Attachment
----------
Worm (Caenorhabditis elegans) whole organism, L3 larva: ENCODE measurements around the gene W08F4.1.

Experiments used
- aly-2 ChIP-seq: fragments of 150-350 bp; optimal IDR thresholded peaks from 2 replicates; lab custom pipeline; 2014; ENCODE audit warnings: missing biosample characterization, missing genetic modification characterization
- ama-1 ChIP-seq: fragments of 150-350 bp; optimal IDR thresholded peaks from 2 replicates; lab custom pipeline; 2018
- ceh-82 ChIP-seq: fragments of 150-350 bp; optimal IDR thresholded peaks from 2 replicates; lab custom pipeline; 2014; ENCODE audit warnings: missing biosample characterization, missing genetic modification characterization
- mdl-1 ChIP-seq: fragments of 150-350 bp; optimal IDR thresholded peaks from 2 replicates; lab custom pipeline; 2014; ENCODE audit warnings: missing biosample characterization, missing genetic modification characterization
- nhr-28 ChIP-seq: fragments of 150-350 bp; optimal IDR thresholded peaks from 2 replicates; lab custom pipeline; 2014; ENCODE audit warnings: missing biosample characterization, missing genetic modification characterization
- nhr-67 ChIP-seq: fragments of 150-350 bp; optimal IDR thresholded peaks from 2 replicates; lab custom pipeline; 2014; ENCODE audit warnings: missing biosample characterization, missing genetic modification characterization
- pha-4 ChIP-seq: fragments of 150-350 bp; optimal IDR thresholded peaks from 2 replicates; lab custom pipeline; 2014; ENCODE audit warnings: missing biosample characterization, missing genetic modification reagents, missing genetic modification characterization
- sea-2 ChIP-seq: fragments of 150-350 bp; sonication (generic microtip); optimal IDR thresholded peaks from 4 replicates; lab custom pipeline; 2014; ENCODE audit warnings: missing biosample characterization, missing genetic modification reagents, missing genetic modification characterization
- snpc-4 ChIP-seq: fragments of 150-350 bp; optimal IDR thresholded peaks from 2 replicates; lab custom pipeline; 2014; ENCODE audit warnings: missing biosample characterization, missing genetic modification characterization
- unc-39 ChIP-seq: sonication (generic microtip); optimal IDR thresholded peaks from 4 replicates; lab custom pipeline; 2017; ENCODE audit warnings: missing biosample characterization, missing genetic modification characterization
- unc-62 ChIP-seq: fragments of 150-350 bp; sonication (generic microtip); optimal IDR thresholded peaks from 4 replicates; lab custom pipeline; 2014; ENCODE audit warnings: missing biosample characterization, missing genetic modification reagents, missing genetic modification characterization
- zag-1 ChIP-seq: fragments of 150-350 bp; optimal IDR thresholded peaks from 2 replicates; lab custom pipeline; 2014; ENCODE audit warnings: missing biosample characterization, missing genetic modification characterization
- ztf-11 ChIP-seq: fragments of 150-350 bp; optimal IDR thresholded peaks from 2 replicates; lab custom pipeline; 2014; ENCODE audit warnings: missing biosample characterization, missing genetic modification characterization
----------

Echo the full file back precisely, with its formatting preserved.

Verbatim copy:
Worm (Caenorhabditis elegans) whole organism, L3 larva: ENCODE measurements around the gene W08F4.1.

Experiments used
- aly-2 ChIP-seq: fragments of 150-350 bp; optimal IDR thresholded peaks from 2 replicates; lab custom pipeline; 2014; ENCODE audit warnings: missing biosample characterization, missing genetic modification characterization
- ama-1 ChIP-seq: fragments of 150-350 bp; optimal IDR thresholded peaks from 2 replicates; lab custom pipeline; 2018
- ceh-82 ChIP-seq: fragments of 150-350 bp; optimal IDR thresholded peaks from 2 replicates; lab custom pipeline; 2014; ENCODE audit warnings: missing biosample characterization, missing genetic modification characterization
- mdl-1 ChIP-seq: fragments of 150-350 bp; optimal IDR thresholded peaks from 2 replicates; lab custom pipeline; 2014; ENCODE audit warnings: missing biosample characterization, missing genetic modification characterization
- nhr-28 ChIP-seq: fragments of 150-350 bp; optimal IDR thresholded peaks from 2 replicates; lab custom pipeline; 2014; ENCODE audit warnings: missing biosample characterization, missing genetic modification characterization
- nhr-67 ChIP-seq: fragments of 150-350 bp; optimal IDR thresholded peaks from 2 replicates; lab custom pipeline; 2014; ENCODE audit warnings: missing biosample characterization, missing genetic modification characterization
- pha-4 ChIP-seq: fragments of 150-350 bp; optimal IDR thresholded peaks from 2 replicates; lab custom pipeline; 2014; ENCODE audit warnings: missing biosample characterization, missing genetic modification reagents, missing genetic modification characterization
- sea-2 ChIP-seq: fragments of 150-350 bp; sonication (generic microtip); optimal IDR thresholded peaks from 4 replicates; lab custom pipeline; 2014; ENCODE audit warnings: missing biosample characterization, missing genetic modification reagents, missing genetic modification characterization
- snpc-4 ChIP-seq: fragments of 150-350 bp; optimal IDR thresholded peaks from 2 replicates; lab custom pipeline; 2014; ENCODE audit warnings: missing biosample characterization, missing genetic modification characterization
- unc-39 ChIP-seq: sonication (generic microtip); optimal IDR thresholded peaks from 4 replicates; lab custom pipeline; 2017; ENCODE audit warnings: missing biosample characterization, missing genetic modification characterization
- unc-62 ChIP-seq: fragments of 150-350 bp; sonication (generic microtip); optimal IDR thresholded peaks from 4 replicates; lab custom pipeline; 2014; ENCODE audit warnings: missing biosample characterization, missing genetic modification reagents, missing genetic modification characterization
- zag-1 ChIP-seq: fragments of 150-350 bp; optimal IDR thresholded peaks from 2 replicates; lab custom pipeline; 2014; ENCODE audit warnings: missing biosample characterization, missing genetic modification characterization
- ztf-11 ChIP-seq: fragments of 150-350 bp; optimal IDR thresholded peaks from 2 replicates; lab custom pipeline; 2014; ENCODE audit warnings: missing biosample characterization, missing genetic modification characterization